"They know that if they fail, sanctions will be increased," Kerry said of Iran. "We've said it a hundred times and you all have said it a hundred times and they know you're yearning to go do it but you don't need to do it. It is actually gratuitous in the context of this situation because you can do it in a week if you need to when we say, 'this ain't working, we need your help,' and believe me we'll be prepared to do that."
After Kerry's remarks Tuesday, the chairman of the Senate Banking Committee said the panel would hold off on considering new sanctions legislation for now.
The statement by Democratic Sen. Tim Johnson of South Dakota left open the possibility of Senate leaders taking up the bill without having it go through the committee.
Earlier, Kerry declared that "Iran will not acquire a nuclear weapon," calling the stance the centerpiece of President Barack Obama's foreign policy.
The interim agreement eases some $7 billion in economic sanctions in return for limiting aspects of Iran's nuclear program, Kerry told the committee.
Israel opposes that deal because it allows Iran -- a longtime enemy of the Jewish state -- to continue enriching uranium needed to develop nuclear weapons.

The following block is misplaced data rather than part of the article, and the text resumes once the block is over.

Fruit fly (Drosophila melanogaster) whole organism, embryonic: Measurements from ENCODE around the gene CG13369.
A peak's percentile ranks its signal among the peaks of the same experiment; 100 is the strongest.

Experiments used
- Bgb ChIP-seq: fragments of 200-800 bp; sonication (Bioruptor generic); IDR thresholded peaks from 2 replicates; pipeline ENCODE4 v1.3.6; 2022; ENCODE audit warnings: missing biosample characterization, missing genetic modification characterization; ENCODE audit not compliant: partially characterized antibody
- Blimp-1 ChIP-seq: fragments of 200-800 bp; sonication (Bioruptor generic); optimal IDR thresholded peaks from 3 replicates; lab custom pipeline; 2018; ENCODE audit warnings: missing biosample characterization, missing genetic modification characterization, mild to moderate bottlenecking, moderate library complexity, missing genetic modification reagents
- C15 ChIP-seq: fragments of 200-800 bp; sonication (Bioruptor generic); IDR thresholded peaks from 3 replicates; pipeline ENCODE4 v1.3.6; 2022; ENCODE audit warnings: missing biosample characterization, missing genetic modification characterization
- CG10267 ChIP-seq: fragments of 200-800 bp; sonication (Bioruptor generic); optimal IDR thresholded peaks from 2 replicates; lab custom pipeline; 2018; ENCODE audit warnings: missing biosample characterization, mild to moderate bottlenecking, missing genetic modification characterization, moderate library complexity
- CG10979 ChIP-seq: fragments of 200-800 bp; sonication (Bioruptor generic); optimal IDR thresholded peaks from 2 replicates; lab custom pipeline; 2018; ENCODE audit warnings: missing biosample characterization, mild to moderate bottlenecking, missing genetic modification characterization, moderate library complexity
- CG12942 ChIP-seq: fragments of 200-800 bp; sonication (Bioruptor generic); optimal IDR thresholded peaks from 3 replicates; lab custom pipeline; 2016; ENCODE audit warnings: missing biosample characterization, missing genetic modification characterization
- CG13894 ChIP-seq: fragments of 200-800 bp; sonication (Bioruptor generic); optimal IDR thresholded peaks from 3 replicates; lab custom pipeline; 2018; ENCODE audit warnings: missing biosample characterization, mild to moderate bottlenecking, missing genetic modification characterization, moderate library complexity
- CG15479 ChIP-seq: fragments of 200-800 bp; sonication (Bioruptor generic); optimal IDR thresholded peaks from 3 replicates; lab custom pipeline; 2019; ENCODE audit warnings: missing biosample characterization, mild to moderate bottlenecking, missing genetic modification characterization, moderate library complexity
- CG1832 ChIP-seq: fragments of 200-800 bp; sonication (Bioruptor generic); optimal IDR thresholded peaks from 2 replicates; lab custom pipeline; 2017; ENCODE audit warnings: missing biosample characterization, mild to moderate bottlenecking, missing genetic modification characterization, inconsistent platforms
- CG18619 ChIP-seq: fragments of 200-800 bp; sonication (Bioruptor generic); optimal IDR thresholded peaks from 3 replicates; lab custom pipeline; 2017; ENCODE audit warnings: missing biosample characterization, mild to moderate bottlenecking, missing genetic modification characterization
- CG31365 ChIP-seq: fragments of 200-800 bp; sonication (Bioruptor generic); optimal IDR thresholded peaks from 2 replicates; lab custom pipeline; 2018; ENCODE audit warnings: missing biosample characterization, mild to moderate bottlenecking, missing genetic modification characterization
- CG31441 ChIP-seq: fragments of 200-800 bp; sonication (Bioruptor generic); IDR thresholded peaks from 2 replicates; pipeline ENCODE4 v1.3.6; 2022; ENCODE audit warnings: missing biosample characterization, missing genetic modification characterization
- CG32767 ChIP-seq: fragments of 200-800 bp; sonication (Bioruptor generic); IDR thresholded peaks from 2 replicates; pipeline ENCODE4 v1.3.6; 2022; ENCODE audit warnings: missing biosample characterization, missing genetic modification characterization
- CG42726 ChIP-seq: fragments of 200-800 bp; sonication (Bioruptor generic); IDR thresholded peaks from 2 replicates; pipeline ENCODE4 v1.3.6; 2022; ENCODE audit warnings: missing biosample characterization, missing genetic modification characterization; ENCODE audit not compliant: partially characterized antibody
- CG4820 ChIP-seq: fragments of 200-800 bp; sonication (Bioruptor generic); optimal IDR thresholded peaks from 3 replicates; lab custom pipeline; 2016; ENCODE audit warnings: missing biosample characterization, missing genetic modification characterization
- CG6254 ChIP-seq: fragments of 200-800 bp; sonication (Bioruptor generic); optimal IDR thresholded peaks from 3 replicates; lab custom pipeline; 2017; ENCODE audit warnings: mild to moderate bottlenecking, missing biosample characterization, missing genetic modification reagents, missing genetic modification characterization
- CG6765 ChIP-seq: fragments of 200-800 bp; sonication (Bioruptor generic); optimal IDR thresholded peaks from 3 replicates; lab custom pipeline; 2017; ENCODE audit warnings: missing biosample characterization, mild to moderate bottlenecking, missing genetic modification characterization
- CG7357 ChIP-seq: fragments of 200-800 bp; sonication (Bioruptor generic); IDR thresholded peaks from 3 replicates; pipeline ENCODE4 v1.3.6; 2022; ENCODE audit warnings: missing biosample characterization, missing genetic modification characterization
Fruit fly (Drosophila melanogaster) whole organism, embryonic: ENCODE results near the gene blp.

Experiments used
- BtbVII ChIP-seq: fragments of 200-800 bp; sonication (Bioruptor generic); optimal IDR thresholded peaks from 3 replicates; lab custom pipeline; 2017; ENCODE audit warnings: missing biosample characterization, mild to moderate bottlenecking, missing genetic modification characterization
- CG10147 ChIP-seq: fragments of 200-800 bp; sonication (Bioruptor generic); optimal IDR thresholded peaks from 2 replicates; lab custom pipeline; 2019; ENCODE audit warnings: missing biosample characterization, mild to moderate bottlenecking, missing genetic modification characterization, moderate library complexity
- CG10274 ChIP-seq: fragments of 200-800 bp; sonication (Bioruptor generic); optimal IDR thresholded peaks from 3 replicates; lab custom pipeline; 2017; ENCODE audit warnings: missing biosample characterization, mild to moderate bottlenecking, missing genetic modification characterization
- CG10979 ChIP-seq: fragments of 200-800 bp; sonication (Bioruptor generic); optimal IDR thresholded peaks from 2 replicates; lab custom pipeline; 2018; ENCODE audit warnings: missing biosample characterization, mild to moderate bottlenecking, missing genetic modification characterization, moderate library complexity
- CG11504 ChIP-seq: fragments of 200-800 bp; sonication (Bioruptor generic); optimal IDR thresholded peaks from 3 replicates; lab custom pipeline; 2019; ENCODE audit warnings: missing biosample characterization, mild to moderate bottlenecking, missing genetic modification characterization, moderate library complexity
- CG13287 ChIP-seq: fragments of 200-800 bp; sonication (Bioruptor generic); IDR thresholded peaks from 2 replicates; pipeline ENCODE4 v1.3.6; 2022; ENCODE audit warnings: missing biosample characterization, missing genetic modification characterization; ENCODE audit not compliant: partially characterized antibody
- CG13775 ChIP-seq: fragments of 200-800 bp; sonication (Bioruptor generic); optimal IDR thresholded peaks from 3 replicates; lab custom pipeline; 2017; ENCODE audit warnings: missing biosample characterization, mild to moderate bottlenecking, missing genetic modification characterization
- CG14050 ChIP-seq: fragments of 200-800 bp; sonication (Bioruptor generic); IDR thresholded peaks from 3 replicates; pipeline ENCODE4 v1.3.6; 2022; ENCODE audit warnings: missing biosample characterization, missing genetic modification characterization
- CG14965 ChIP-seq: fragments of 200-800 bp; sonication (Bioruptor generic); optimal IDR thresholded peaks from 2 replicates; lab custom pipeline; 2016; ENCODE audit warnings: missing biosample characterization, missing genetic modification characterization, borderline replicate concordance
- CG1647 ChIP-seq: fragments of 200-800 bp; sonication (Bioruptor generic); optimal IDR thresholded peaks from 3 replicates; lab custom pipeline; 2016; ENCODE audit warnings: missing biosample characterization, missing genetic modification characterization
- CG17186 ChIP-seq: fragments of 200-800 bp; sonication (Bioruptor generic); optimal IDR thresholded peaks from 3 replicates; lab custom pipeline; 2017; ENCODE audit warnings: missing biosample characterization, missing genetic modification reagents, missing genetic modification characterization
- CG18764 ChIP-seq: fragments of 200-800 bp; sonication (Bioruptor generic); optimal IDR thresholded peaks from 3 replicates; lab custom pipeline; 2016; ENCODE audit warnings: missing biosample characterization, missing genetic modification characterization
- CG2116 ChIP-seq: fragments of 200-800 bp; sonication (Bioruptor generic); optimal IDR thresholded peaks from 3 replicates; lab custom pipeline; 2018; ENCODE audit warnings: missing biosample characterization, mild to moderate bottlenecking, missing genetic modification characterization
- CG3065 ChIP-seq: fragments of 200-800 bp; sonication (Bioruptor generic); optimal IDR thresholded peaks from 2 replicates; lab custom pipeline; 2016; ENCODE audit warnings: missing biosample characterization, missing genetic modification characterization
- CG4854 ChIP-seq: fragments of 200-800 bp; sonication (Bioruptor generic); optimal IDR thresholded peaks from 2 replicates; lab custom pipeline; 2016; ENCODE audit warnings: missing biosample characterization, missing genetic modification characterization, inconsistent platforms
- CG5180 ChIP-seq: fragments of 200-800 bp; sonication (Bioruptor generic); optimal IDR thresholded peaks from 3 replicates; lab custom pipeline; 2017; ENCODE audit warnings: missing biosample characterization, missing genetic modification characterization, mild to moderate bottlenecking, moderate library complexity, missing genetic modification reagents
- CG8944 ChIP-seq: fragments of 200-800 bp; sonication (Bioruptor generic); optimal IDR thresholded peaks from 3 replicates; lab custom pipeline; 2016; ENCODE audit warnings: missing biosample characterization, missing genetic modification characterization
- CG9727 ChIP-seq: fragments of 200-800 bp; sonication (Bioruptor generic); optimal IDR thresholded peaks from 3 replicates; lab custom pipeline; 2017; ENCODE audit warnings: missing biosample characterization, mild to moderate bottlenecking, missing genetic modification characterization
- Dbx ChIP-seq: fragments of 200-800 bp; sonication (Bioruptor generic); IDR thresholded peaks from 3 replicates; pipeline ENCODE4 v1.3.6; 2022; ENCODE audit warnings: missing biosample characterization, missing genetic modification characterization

Prime Minister Benjamin Netanyahu has made clear that Israel would attack Iran's nuclear facilities if it felt threatened, and the negotiations are considered an effort to avoid a possible military confrontation in the volatile Middle East.
In Congress, legislators from both parties agree that tougher measures are needed.
"We are facing an immoral and very dangerous regime in Iran, one nearing a nuclear weapon," Rep. Ed Royce, the House Foreign Affairs Committee's Republican chairman, said at Tuesday's hearing.
"I am hard pressed to understand why we'd be letting up sanctions pressure at the very time its economy is on the ropes without getting an agreement which stops its centrifuges from spinning."
Others used more graphic language, with GOP Rep. Mo Brooks of Alabama comparing Iran's threats against Israel to Nazi Germany.
"What can you say to Israel and the rest of our allies in the Middle East to convince them that America is still a reliable ally, that America will enforce agreements with Iran or else, and that America is not ignoring history and repeating the 1930s Neville Chamberlain-like pattern of appeasement and retreat that helped trigger World War II and the death of tens of millions of people around the world?" Brooks asked.